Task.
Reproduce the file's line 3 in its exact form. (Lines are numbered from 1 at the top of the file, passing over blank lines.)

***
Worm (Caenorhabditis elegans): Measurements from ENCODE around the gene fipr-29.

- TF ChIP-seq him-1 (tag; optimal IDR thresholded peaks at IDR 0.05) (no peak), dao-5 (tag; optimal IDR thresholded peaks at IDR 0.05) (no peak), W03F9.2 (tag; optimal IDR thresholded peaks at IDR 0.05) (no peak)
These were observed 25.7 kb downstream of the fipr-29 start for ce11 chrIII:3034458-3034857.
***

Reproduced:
These were observed 25.7 kb downstream of the fipr-29 start for ce11 chrIII:3034458-3034857.